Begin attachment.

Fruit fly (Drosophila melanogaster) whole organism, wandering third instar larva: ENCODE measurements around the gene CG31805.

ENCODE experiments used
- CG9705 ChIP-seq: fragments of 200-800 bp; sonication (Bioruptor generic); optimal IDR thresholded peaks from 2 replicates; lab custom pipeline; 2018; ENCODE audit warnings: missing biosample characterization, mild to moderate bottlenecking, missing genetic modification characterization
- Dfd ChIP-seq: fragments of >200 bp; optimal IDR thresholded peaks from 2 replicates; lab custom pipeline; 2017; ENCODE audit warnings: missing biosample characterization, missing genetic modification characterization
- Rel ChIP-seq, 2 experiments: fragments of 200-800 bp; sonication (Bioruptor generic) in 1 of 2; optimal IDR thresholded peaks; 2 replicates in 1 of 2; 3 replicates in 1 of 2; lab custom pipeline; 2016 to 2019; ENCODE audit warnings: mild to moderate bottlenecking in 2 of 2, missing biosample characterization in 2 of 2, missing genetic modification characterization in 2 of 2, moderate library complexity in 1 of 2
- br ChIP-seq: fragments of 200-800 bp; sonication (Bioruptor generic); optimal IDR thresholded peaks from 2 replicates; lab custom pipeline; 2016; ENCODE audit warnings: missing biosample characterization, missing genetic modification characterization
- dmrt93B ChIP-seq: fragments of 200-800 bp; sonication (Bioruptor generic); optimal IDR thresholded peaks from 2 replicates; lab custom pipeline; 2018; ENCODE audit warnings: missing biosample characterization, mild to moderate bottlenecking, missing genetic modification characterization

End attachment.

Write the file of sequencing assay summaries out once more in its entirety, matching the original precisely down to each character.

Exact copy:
Fruit fly (Drosophila melanogaster) whole organism, wandering third instar larva: ENCODE measurements around the gene CG31805.

ENCODE experiments used
- CG9705 ChIP-seq: fragments of 200-800 bp; sonication (Bioruptor generic); optimal IDR thresholded peaks from 2 replicates; lab custom pipeline; 2018; ENCODE audit warnings: missing biosample characterization, mild to moderate bottlenecking, missing genetic modification characterization
- Dfd ChIP-seq: fragments of >200 bp; optimal IDR thresholded peaks from 2 replicates; lab custom pipeline; 2017; ENCODE audit warnings: missing biosample characterization, missing genetic modification characterization
- Rel ChIP-seq, 2 experiments: fragments of 200-800 bp; sonication (Bioruptor generic) in 1 of 2; optimal IDR thresholded peaks; 2 replicates in 1 of 2; 3 replicates in 1 of 2; lab custom pipeline; 2016 to 2019; ENCODE audit warnings: mild to moderate bottlenecking in 2 of 2, missing biosample characterization in 2 of 2, missing genetic modification characterization in 2 of 2, moderate library complexity in 1 of 2
- br ChIP-seq: fragments of 200-800 bp; sonication (Bioruptor generic); optimal IDR thresholded peaks from 2 replicates; lab custom pipeline; 2016; ENCODE audit warnings: missing biosample characterization, missing genetic modification characterization
- dmrt93B ChIP-seq: fragments of 200-800 bp; sonication (Bioruptor generic); optimal IDR thresholded peaks from 2 replicates; lab custom pipeline; 2018; ENCODE audit warnings: missing biosample characterization, mild to moderate bottlenecking, missing genetic modification characterization